Elias Cairo Makes a Cheesy One-Pan Kielbasa-Apple Strata

In this week’s episode of Chefs at Home, the founder of Olympia Provisions gives us a cooking demo from his backyard in Portland, Oregon.

For an audio described version of this video, click here.

Apples can play equally well in sweet and savory dishes, whether you bake them in a pie or put them in a quiche. In this week's episode of Chefs at Home, chef Elias Cairo, the founder of Olympia Provisions, gives them the savory treatment, including them in a one-pan strata with kielbasa and plenty (seriously, a lot) of cheese. We're talking Gouda and creamy Mornay sauce made with Gruyère. He demos the recipe from his backyard in Portland, Oregon, whipping up the strata and also sharing his top five types of sausage (hint: kielbasa is definitely on the list). Read on for his step-by-step method, and follow along in the video above so you, too, can treat yourself to this super cheesy, savory apple-studded meal.

Here's What You'll Need

The key ingredients for strata are eggs, milk, and day-old bread—you can use any stale bread you have, Cairo notes, and if you have fresh bread, be sure to dry it in the oven first. The beautiful thing about strata is you can use what you have on hand for the filling (for example, Justin Chapple's rye bread strata includes crème fraîche, scallions, smoked salmon, and sliced red onion), and in this case, Cairo reaches for apples, goat Gouda, mustard, salt, and kielbasa.

As for the Mornay sauce? Grab flour, butter, and nutmeg, which Cairo says is the "key to pretty much every custard"—plus plenty of Gruyère.

Start on the Strata

Cairo puts six eggs, milk, a little salt, Dijon mustard, and freshly grated nutmeg into a bowl, whisking it together. He also cuts the bread into pieces to help make layers for the strata, saying you'll want about four cups. The bread pieces get folded into the other ingredients in the bowl with a spatula and Cairo says to let it sit—you want to give it 15 minutes at minimum, but if you prepare it the night before, you'll get a better strata, he says. (The liquid will soak into the bread and give it a more "pudding-y" texture.)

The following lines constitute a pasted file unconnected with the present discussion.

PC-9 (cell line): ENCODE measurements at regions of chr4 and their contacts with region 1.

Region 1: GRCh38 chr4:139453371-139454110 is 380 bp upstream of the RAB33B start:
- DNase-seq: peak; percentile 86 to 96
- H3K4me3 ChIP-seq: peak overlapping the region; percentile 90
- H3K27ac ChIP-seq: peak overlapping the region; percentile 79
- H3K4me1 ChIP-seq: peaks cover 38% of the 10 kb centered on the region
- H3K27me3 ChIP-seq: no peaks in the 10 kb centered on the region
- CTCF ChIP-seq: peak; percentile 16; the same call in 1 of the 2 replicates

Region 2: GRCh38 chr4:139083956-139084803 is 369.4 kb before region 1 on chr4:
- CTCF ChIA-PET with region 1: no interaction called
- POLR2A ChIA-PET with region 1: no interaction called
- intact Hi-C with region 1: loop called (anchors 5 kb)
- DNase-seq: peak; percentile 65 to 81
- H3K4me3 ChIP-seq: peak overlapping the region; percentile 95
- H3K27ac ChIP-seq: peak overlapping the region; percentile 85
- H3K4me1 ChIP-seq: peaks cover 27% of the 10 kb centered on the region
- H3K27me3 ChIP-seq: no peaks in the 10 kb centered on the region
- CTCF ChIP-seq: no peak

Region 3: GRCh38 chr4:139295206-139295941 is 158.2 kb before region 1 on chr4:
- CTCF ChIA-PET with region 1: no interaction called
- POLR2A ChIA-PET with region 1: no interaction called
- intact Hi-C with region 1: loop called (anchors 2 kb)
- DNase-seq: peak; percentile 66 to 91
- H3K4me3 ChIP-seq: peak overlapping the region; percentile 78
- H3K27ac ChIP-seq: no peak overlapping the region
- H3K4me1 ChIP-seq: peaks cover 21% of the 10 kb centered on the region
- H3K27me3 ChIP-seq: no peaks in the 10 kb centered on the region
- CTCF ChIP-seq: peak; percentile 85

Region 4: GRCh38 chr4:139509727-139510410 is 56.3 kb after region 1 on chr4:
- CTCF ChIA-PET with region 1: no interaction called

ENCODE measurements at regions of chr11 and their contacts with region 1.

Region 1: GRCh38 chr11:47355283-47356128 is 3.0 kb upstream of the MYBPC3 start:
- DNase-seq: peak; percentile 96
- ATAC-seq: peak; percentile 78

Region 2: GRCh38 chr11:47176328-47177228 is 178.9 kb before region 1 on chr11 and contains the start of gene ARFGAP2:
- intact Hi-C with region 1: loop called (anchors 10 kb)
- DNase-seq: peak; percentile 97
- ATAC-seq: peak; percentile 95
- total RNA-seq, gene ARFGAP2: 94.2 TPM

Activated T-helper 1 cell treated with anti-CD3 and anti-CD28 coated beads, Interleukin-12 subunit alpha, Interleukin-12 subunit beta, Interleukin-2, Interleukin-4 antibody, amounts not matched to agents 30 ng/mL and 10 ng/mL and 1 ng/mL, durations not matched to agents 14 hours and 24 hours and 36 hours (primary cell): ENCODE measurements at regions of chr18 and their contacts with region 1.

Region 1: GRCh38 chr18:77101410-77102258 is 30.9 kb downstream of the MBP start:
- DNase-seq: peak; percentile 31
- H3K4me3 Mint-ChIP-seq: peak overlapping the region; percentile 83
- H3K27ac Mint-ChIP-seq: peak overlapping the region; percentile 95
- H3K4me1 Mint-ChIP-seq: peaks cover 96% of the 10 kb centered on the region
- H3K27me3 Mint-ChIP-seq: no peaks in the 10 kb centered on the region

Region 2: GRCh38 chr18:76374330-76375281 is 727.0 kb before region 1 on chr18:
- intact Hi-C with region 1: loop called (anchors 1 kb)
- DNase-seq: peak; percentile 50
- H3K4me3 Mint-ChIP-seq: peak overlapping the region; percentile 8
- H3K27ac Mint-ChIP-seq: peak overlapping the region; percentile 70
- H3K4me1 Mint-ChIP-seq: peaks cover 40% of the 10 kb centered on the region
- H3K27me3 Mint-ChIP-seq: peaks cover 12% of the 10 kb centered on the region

As the bread mixture sits and his Big Green Egg heats up—he's going to about 400 degrees Fahrenheit, but at home with an oven, he says to go with 350F—he gets going on the kielbasa-apple-onion component of the strata. The dish is a "one-pan extravaganza," and he starts melting some butter in a skillet to crisp up the kielbasa. Once they're done, he removes them from the pan and starts peeling the apples (Braeburn are good baking apples, he notes, but you can use what you have).

Next, the chopped onions go in the pan with the residual kielbasa grease—be careful not to burn the onions as you cook them—and then, he cuts up the apples and puts them in as well. After he slices the kielbasa, he adds those pieces in too, tossing it all together. The kielbasa-apple-onion mixture is added to the bowl with the custardy bread mixture, and then, it's time to add in the Gouda chunks. He mixes it all up, and then places it back in the skillet, using a spatula to press it down. The strata will go in the Big Green Egg for 25 minutes—in a 350F degree oven, you'd want to cook it until it's "golden brown and just cooked through," roughly 45 minutes.

Make the Mornay

While the strata cooks, it's time to make the Mornay. Cairo starts by making a roux with flour and butter (make sure you don't let it get too toasty), and then whisks in milk, adding freshly grated nutmeg and salt, too. He says to "cook the flour out" (aka, ensure the sauce doesn't taste like raw flour), and notes that even though the sauce is thick, you want to cook it for 10 to 15 minutes. When it comes off the heat, he adds it to the bowl with the grated Gruyère, stirring it all together to finish the sauce.

Plate It and Enjoy

Cairo tests the strata by taking a knife and dipping it in the center—if you put it to your lip and it's too hot, "you're ready to roll," he says. When it's ready, he takes the skillet and places a serving board on top of it, inverting the strata onto the board and shimmying it out to display it in all its golden, crispy glory. He cuts a wedge and pours a generous amount of Mornay on top, finishing it with a drizzle of honey and some crunchy flaky salt. The end result is a savory, cheesy meal you could easily enjoy for breakfast, lunch, or dinner.

Join us next week for our next episode of Chefs at Home featuring Nicole Russell of Last Dragon Pizza.

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